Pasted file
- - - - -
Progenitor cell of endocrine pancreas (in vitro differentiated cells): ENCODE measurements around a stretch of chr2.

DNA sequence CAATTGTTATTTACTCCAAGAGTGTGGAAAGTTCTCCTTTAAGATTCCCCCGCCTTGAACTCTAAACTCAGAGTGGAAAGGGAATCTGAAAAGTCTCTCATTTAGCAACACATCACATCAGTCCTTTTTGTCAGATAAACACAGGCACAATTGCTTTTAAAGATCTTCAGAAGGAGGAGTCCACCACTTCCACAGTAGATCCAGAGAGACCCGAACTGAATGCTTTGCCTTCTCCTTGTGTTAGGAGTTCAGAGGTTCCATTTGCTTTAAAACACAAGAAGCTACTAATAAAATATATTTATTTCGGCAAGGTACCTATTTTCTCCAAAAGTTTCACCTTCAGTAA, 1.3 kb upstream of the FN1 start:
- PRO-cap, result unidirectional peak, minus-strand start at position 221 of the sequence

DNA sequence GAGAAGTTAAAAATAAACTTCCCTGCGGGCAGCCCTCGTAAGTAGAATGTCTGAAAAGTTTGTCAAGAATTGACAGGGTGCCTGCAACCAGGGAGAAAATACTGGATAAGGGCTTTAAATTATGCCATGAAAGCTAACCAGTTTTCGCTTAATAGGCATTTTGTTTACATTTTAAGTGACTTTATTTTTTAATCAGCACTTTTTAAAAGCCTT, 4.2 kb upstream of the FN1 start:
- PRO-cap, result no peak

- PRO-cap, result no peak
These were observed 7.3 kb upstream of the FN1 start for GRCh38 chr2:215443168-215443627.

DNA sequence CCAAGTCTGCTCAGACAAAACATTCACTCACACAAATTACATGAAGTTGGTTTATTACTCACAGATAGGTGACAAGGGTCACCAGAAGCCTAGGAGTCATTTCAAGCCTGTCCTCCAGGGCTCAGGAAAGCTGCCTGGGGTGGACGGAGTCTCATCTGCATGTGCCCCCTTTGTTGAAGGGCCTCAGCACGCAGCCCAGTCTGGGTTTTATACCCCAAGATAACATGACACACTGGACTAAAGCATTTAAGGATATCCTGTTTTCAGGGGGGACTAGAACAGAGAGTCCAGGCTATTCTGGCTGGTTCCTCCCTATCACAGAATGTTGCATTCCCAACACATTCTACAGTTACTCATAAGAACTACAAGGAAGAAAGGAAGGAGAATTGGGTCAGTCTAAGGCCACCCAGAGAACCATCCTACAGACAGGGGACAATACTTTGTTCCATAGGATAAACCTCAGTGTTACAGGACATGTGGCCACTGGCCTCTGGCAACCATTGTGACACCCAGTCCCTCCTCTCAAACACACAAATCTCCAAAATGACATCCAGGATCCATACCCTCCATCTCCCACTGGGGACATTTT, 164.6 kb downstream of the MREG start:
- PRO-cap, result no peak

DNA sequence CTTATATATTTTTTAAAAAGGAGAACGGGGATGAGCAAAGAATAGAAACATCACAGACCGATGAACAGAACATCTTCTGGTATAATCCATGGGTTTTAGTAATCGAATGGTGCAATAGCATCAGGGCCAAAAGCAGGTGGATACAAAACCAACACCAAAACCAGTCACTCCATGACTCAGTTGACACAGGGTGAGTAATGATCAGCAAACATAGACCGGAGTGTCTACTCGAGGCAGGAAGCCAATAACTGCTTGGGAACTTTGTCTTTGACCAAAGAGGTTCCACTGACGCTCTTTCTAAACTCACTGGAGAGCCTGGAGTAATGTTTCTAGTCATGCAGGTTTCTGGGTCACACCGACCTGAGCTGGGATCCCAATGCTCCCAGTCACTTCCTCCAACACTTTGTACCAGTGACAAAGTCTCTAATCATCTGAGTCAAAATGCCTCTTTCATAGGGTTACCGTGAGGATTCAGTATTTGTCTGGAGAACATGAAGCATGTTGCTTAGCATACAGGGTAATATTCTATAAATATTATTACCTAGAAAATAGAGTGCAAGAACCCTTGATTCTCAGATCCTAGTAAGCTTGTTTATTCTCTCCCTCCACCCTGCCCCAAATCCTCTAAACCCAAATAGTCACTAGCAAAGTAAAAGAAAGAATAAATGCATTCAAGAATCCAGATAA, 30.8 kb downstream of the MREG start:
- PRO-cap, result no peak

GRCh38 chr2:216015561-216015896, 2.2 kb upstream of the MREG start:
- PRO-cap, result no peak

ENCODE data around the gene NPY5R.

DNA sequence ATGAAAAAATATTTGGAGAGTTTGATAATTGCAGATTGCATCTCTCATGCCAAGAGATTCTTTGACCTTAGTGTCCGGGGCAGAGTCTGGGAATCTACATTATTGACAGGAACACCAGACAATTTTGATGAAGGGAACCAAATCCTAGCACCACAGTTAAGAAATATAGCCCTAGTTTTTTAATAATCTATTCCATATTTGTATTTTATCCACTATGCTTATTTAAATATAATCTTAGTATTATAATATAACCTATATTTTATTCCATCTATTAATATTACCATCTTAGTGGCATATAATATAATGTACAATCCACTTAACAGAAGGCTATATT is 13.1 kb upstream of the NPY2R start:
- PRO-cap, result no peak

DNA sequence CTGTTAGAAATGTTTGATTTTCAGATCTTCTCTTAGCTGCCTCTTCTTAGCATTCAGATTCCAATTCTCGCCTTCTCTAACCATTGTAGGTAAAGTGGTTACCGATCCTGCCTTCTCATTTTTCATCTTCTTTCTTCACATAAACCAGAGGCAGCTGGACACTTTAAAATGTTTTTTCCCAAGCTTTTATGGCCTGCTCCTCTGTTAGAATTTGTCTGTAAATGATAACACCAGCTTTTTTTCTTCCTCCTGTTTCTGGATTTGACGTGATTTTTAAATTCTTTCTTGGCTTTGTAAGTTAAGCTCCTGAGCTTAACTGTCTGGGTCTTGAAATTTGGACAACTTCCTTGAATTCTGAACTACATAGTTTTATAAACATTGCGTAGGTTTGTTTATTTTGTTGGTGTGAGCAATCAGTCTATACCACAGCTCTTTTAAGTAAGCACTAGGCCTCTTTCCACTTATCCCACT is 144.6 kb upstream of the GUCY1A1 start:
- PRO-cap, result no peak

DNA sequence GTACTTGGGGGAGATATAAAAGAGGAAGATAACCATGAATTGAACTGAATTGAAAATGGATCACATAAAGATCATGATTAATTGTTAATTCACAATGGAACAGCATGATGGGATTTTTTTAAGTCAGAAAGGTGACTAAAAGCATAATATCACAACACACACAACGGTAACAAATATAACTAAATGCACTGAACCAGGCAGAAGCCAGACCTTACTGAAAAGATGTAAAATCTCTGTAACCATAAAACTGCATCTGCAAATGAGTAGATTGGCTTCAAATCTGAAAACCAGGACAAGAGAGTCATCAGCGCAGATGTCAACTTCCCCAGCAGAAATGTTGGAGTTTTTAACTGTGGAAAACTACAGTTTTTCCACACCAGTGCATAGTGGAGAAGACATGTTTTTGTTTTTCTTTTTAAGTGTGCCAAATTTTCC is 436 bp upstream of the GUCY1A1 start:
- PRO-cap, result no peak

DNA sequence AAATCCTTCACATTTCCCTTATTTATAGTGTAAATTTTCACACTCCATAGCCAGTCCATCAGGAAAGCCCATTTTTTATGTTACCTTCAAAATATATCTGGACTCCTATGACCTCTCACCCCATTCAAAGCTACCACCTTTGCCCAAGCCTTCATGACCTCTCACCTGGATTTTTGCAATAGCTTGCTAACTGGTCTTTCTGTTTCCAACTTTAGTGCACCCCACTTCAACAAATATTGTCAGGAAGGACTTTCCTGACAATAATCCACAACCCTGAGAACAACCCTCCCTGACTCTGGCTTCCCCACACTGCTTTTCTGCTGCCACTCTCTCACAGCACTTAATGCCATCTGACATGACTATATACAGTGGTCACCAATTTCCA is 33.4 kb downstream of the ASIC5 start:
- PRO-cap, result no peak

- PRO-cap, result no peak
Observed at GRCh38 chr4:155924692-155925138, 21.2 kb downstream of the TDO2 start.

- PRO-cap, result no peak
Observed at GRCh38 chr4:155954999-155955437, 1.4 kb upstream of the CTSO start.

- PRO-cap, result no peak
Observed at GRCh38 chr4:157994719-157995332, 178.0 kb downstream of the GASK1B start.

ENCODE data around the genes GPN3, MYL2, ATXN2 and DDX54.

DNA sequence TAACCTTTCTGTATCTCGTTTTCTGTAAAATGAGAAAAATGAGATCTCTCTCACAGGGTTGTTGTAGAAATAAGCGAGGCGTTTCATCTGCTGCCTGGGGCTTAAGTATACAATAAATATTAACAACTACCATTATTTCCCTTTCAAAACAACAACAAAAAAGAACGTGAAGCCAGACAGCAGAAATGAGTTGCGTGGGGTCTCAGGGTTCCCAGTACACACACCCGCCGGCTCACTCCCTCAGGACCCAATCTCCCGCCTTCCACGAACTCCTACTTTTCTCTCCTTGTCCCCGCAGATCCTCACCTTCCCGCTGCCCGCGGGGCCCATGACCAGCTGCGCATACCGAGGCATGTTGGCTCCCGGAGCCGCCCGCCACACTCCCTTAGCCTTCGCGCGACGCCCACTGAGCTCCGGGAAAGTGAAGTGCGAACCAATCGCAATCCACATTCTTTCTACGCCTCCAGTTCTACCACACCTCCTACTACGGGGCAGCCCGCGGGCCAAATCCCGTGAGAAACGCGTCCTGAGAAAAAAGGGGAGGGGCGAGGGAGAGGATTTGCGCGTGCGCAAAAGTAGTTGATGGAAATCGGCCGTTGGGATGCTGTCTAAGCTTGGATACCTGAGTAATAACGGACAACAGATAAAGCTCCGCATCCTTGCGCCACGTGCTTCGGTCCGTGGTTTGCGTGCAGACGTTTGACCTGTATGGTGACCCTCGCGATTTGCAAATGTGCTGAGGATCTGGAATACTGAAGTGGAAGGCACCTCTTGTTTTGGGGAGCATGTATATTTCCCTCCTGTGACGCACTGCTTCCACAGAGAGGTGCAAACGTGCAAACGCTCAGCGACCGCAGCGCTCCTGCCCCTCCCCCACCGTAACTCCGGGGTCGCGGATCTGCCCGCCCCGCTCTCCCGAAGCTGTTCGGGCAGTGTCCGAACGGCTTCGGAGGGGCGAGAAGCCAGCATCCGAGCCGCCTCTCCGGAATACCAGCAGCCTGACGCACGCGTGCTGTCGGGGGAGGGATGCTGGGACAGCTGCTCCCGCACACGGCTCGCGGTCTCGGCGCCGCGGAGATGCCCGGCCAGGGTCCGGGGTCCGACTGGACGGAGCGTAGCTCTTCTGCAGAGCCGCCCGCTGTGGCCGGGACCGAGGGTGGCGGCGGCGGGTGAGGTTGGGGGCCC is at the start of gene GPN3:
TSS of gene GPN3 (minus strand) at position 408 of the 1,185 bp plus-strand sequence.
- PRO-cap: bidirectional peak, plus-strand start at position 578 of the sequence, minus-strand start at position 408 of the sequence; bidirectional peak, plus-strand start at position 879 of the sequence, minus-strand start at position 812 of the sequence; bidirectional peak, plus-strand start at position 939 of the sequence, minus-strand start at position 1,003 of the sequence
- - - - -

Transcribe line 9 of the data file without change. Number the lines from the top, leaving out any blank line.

- PRO-cap, result no peak